(We didn’t write that message, we just stood next to it and claimed credit for it. Which actually reminds me of something else that’s going on in my life right now, I just can’t remember what it is…)
Do you see what he did there?
He is totally standing on my shoulders, OMG! And I had to carry him like that aaaaalllll day.
Wolves. You can always depend on them to put a smile on your face.
(Just one of the hills we’ve had to climb this month. At least this one was our choice…)
(P.S. There are more photos from our Arthur’s Seat expedition over at Shoeperwoman.)
Mt Flickr Pro account expired a couple of weeks ago, and I’m too mean to pay to renew it right now, so I’m afraid that means some of the photos I would normally have posted there are getting stuck here instead: sorry.
These were taken today, on our first day trip of the year – and given that we were up to our ankles in snow just a couple of weeks ago, it was a joyous occasion indeed. These photos were taken today at Seacliff Beach, in East Lothian: it’s our favourite Scottish beach, and as it’s my mum’s birthday tomorrow (Happy Birthday, mum!) we celebrated with champagne and chocolate cake on the beach: yum!
Here’s hoping for enough good weather to let us have a few more days like this…
So, Autumn hasn’t been as bad as I’d feared. Not so far, anyway. I realise I’ve just cursed it by saying that, and I’ll wake up tomorrow to ten feet of snow, but for now: not so bad. It’s been sunny. It hasn’t been too cold. And so we’ve been taking advantage of the (relatively) nice weather, to do some more touristy stuff. I actually think Autumn is the best time to visit Scotland: the colours are beautiful, the light is kind of dreamy and other-worldly, and you get to wander around the grounds of all of these beautiful old castles and stately homes more or less by yourself. Sometimes we actually feel like it’s OUR HOUSE we’re strolling around, and thank God it isn’t because can you imagine having to cut all that grass?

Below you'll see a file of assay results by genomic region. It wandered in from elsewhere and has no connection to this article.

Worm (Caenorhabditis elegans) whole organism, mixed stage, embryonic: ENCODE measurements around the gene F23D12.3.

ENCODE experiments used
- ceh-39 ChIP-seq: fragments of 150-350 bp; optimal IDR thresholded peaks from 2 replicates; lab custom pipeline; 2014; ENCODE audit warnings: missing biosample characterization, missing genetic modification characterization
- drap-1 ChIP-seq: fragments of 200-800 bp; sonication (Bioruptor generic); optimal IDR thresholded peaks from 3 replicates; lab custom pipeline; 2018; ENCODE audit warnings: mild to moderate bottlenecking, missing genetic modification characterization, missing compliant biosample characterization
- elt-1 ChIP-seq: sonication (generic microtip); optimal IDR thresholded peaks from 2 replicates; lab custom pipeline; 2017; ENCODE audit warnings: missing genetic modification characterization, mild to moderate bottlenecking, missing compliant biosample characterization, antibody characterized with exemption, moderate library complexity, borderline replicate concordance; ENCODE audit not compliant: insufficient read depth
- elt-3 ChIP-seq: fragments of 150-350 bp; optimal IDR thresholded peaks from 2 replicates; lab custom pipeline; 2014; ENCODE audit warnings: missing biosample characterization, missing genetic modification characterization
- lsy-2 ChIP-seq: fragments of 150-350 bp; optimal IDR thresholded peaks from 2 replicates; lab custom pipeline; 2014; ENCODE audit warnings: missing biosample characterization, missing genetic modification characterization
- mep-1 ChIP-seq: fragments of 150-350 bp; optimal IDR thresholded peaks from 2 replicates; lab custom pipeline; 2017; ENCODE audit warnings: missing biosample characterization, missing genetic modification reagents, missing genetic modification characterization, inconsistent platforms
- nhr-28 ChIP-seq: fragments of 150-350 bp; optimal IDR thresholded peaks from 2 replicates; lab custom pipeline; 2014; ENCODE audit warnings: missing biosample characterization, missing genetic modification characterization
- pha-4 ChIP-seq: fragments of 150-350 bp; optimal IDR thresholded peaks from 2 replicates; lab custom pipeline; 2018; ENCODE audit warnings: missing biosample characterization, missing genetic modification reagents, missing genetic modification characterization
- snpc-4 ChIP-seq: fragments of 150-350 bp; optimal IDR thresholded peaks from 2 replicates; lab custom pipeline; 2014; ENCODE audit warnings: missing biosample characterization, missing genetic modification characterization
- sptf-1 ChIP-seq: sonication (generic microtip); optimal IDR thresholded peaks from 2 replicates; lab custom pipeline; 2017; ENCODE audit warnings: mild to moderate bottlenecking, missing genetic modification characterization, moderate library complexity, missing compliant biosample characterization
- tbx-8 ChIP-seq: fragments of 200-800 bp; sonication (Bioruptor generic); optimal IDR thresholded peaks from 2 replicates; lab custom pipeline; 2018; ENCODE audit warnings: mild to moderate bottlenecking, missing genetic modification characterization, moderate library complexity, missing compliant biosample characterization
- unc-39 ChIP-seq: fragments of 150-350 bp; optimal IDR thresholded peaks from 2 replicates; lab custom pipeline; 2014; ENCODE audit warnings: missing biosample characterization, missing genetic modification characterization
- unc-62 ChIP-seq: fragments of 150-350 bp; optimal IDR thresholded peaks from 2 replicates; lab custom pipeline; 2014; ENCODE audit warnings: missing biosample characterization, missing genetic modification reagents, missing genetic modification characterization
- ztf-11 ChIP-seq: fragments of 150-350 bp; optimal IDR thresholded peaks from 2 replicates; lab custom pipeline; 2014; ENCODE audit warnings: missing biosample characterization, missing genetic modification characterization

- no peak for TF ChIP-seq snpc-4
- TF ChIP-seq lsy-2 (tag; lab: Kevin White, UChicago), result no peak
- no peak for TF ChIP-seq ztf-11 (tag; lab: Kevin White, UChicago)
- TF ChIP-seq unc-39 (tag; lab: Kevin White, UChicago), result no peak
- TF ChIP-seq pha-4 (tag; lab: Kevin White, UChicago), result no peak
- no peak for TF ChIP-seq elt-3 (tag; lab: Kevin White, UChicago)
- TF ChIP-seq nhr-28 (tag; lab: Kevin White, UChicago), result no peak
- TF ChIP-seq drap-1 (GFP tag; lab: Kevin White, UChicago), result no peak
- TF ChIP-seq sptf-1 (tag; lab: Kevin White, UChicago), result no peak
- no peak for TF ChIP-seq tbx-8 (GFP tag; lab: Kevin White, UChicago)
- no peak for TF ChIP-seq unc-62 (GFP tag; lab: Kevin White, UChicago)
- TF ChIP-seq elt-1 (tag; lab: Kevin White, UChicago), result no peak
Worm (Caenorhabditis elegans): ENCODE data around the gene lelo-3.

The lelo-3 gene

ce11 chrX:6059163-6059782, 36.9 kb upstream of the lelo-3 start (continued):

You don’t get to wander around the inside of the castles by yourself, though. This weekend we went to Blair Castle, which, fact fans, is Scotland’s most visited stately home, and also known as “That Big White One With the Turrets”. It’s a self-guided tour so, in theory, you’re on your own. In reality, though, you will find that The Others are hiding around every corner. When we arrived there appeared to be no one else there, but we’d walk into these totally empty rooms, and the next thing we knew there would be 50 other people all crowding in beside us and wanting to look at the EXACT thing I was looking at, while standing on the EXACT same spot. Bizarre.
Anyway, Blair Castle is wonderful. It’s probably the prettiest castle I’ve been to, and it has beautiful grounds, with ponies and Highland cattle and red squirrels and stuff. Like last weekend, and our trip to Glamis, it was just really good to get away for the day, get some sunshine while we still can, and have ourselves a little mini holiday. It’s exactly what we’ve needed after the stress of the week, basically.
Now we just have to decide where to go NEXT Sunday…
I know, it’s ironic, isn’t it – an entire post just crammed with photos, mere days after I whine about people stealing my images! Like I said, though, I’m not going to stop posting photos because of these idiots, although I have added watermarks to these ones (for all the good it’ll do), and I’m going to try and host my images here on my blog rather than on Flickr, too. Again, I know that won’t stop people stealing them, but it’ll hopefully simplify things a bit by keeping everything in the same place.
On Sunday, Terry and I decided, more or less on a whim, to go to Glamis Castle, which, as some of you will know, was the childhood home of the Queen Mother, and the place where MacBeth killed Duncan in the Shakespearean play. (Not in real life, though – Shakespeare made that bit up). It also has more than its fair share of ghosts, myths and legends, which is exactly how a castle should be, I always think. Scooby and the gang would love it.